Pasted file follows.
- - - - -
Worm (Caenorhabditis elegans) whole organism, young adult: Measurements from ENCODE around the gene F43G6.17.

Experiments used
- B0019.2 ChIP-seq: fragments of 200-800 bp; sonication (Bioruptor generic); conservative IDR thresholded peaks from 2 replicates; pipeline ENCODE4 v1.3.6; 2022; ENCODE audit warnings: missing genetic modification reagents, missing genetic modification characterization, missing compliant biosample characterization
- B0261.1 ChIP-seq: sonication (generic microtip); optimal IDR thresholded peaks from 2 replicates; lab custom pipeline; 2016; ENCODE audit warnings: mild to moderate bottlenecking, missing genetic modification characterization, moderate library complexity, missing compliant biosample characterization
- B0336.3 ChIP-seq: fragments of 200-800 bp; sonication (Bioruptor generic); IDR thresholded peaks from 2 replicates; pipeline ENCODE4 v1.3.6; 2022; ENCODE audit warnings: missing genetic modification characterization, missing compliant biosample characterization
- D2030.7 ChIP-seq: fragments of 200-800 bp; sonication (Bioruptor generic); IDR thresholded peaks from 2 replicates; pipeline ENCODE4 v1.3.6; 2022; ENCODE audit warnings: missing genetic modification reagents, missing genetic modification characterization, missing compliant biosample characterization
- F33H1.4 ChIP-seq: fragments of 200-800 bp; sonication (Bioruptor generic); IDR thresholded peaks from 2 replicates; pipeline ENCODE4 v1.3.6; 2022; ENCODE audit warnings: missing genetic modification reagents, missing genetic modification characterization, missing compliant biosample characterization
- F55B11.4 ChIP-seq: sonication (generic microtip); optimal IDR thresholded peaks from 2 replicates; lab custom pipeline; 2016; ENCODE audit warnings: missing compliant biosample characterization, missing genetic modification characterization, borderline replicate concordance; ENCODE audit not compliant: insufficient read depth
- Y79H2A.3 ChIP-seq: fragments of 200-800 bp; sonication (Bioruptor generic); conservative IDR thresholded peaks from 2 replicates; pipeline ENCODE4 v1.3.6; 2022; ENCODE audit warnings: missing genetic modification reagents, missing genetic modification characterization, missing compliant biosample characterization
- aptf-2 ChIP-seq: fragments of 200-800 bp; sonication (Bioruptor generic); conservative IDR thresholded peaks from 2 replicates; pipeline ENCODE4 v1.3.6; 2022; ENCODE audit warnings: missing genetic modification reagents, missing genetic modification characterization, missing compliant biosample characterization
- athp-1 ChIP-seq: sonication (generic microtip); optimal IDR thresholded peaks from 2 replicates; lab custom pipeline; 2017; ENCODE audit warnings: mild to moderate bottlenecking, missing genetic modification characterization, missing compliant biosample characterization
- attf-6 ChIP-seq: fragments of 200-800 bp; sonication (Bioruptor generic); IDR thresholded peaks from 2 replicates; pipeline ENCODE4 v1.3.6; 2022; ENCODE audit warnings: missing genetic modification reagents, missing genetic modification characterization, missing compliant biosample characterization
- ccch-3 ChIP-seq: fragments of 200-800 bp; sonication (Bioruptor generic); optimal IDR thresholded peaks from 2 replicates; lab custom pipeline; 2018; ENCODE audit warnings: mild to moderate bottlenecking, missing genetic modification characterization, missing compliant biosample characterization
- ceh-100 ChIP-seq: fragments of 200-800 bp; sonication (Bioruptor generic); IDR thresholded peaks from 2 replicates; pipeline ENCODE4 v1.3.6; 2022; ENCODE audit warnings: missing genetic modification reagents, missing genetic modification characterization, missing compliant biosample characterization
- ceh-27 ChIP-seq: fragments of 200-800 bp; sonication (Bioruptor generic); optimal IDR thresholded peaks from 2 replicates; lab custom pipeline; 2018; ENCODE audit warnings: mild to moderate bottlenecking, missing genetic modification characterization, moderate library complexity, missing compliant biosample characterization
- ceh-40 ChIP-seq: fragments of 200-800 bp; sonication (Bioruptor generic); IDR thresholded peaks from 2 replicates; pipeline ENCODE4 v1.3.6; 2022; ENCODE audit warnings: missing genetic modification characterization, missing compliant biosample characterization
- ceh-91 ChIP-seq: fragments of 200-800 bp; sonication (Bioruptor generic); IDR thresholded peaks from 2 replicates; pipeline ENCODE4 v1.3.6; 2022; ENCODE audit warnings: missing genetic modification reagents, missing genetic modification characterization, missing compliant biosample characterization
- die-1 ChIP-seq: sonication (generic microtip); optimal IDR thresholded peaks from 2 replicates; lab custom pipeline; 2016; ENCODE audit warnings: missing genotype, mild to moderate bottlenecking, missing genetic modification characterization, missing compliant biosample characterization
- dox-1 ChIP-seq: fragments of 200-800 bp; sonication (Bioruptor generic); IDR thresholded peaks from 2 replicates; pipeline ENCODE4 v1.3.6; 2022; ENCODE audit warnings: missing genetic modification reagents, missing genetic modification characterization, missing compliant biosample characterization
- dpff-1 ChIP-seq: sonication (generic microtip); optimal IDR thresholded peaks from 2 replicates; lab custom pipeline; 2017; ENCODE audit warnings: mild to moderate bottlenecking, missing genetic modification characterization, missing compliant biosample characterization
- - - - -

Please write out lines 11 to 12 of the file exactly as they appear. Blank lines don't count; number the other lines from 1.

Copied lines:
- athp-1 ChIP-seq: sonication (generic microtip); optimal IDR thresholded peaks from 2 replicates; lab custom pipeline; 2017; ENCODE audit warnings: mild to moderate bottlenecking, missing genetic modification characterization, missing compliant biosample characterization
- attf-6 ChIP-seq: fragments of 200-800 bp; sonication (Bioruptor generic); IDR thresholded peaks from 2 replicates; pipeline ENCODE4 v1.3.6; 2022; ENCODE audit warnings: missing genetic modification reagents, missing genetic modification characterization, missing compliant biosample characterization